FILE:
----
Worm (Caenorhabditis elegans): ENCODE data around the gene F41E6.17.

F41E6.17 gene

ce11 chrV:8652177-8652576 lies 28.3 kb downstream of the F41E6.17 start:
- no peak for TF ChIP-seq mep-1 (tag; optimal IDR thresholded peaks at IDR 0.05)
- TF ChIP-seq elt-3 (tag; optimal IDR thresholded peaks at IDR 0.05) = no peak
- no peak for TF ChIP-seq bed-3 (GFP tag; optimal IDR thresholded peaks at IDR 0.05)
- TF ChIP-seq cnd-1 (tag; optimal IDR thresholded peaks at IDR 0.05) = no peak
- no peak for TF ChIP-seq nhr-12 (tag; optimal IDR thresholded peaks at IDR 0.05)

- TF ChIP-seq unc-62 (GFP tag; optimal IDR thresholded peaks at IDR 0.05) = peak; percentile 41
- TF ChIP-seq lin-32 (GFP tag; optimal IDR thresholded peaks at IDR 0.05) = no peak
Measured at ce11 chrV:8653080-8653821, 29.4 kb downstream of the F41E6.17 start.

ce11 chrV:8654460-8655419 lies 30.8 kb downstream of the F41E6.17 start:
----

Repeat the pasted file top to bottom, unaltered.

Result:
Worm (Caenorhabditis elegans): ENCODE data around the gene F41E6.17.

F41E6.17 gene

ce11 chrV:8652177-8652576 lies 28.3 kb downstream of the F41E6.17 start:
- no peak for TF ChIP-seq mep-1 (tag; optimal IDR thresholded peaks at IDR 0.05)
- TF ChIP-seq elt-3 (tag; optimal IDR thresholded peaks at IDR 0.05) = no peak
- no peak for TF ChIP-seq bed-3 (GFP tag; optimal IDR thresholded peaks at IDR 0.05)
- TF ChIP-seq cnd-1 (tag; optimal IDR thresholded peaks at IDR 0.05) = no peak
- no peak for TF ChIP-seq nhr-12 (tag; optimal IDR thresholded peaks at IDR 0.05)

- TF ChIP-seq unc-62 (GFP tag; optimal IDR thresholded peaks at IDR 0.05) = peak; percentile 41
- TF ChIP-seq lin-32 (GFP tag; optimal IDR thresholded peaks at IDR 0.05) = no peak
Measured at ce11 chrV:8653080-8653821, 29.4 kb downstream of the F41E6.17 start.

ce11 chrV:8654460-8655419 lies 30.8 kb downstream of the F41E6.17 start: